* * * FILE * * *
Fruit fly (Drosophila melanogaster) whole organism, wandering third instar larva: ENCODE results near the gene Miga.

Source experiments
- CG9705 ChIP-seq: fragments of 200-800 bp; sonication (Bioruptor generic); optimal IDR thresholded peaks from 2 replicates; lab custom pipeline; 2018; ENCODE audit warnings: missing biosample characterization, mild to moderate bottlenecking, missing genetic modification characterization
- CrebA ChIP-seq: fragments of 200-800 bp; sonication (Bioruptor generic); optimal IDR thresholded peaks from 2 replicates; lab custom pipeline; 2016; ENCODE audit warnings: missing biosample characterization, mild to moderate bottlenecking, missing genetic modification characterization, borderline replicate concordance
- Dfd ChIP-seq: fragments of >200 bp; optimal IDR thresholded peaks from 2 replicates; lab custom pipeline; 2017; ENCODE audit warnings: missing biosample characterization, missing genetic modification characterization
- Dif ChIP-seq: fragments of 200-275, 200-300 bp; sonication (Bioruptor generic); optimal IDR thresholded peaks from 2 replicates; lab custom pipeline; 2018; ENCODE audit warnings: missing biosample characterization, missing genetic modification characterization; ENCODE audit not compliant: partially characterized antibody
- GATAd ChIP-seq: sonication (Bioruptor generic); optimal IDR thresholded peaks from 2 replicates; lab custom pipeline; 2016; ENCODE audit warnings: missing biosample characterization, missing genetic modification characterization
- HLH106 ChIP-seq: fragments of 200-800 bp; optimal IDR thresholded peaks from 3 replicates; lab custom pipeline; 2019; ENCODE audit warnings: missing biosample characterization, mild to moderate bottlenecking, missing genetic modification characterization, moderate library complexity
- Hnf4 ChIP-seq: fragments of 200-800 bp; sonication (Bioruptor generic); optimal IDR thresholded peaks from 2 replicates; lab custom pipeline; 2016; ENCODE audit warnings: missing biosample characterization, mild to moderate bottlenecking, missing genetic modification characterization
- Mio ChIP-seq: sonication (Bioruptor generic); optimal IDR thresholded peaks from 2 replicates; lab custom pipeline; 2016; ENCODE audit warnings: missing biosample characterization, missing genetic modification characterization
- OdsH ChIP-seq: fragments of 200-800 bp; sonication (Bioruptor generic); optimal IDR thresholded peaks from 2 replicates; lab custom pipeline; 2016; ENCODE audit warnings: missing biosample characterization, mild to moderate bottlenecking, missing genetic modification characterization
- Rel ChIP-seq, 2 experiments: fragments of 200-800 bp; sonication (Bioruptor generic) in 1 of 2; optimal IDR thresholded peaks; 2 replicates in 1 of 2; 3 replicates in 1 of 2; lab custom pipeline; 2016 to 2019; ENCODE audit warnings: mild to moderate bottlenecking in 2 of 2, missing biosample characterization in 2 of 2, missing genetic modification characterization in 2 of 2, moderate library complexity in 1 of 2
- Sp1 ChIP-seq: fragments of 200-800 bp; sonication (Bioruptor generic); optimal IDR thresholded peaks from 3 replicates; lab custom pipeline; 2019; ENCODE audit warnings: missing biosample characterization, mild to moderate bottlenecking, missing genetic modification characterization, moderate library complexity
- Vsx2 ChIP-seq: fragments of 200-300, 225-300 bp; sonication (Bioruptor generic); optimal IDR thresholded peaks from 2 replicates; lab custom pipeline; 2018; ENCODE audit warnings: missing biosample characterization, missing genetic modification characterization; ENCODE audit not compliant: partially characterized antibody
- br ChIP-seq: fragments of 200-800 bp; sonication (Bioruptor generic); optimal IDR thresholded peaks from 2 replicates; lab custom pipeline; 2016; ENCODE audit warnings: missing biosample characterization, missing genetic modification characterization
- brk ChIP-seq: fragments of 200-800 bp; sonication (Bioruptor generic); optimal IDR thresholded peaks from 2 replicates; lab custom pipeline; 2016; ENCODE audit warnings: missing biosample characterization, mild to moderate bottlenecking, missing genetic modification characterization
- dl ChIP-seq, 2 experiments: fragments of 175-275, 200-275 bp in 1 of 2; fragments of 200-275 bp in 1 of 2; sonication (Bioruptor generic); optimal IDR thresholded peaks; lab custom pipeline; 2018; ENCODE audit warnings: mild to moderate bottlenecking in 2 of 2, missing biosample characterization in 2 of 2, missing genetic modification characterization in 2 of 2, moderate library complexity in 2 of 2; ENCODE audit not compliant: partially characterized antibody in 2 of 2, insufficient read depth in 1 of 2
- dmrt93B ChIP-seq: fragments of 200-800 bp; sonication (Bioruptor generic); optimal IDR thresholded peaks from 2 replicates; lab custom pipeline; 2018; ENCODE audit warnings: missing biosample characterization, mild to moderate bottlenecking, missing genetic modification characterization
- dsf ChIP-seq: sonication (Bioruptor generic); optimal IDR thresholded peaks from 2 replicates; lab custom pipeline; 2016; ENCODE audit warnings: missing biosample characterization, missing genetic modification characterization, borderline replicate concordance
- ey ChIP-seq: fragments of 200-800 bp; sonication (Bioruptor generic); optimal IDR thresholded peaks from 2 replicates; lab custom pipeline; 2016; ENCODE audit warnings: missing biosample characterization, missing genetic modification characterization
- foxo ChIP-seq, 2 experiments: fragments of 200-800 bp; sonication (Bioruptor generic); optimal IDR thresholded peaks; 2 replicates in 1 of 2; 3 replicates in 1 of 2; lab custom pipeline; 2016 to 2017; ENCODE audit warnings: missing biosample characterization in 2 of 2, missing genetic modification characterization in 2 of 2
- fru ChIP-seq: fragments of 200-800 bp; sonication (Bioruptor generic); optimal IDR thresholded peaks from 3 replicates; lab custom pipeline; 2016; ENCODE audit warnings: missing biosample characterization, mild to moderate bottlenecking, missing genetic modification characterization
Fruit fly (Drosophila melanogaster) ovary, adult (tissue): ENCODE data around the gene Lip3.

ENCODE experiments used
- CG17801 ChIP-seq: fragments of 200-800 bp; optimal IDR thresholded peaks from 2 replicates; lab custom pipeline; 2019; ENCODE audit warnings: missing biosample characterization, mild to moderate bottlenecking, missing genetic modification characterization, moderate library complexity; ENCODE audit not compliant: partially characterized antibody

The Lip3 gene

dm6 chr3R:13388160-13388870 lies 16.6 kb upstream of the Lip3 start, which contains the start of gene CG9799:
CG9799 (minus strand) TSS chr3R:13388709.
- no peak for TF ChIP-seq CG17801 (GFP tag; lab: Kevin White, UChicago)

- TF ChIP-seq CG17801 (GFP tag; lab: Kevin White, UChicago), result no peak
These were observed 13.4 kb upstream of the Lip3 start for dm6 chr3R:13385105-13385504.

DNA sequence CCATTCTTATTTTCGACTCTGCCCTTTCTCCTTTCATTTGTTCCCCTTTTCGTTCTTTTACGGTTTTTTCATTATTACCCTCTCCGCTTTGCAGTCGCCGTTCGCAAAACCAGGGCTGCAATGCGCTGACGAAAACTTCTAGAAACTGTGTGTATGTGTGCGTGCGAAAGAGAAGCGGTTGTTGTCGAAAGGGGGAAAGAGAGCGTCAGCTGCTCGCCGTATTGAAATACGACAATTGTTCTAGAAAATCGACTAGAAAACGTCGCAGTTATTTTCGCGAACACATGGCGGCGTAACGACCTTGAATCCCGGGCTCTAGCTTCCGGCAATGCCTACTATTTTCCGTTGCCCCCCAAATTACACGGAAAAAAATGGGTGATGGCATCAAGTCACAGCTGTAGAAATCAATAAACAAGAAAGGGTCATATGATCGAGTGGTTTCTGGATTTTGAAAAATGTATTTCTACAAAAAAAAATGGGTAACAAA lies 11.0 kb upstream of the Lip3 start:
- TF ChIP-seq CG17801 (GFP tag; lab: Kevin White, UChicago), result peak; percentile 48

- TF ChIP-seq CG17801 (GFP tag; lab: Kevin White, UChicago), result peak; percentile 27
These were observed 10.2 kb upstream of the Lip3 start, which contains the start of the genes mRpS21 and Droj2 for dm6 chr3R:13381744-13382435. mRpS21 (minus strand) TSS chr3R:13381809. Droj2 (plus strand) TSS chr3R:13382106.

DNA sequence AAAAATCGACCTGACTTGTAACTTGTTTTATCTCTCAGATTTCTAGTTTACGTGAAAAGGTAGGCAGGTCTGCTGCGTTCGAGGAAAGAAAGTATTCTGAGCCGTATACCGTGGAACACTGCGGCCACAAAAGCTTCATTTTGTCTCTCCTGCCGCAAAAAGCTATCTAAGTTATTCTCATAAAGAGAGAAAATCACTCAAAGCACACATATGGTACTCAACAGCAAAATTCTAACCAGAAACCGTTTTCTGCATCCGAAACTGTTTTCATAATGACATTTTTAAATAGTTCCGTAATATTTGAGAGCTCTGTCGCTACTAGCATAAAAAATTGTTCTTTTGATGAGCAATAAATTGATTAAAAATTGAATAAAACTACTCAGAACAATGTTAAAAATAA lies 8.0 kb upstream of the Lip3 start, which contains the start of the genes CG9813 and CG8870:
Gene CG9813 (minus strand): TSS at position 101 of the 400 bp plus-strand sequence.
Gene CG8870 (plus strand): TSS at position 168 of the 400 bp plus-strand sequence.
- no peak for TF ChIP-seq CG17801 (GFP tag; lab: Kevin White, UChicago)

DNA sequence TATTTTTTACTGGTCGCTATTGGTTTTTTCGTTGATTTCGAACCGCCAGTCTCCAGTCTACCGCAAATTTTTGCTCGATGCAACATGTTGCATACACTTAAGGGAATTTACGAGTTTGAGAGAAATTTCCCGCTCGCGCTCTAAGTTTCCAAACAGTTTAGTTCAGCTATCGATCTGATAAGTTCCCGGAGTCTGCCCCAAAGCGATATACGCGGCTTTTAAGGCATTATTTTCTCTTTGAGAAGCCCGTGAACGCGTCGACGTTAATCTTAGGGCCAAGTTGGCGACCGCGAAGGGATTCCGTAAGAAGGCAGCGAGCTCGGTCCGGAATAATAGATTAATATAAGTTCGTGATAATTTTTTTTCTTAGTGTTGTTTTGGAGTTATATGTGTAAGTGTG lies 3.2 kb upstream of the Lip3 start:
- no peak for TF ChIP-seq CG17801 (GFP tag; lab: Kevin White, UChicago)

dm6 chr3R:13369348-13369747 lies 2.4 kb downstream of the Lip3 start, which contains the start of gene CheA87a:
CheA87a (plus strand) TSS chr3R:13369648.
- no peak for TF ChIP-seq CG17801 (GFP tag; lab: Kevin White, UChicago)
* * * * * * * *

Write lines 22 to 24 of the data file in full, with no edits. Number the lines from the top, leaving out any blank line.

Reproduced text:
- fru ChIP-seq: fragments of 200-800 bp; sonication (Bioruptor generic); optimal IDR thresholded peaks from 3 replicates; lab custom pipeline; 2016; ENCODE audit warnings: missing biosample characterization, mild to moderate bottlenecking, missing genetic modification characterization
Fruit fly (Drosophila melanogaster) ovary, adult (tissue): ENCODE data around the gene Lip3.

ENCODE experiments used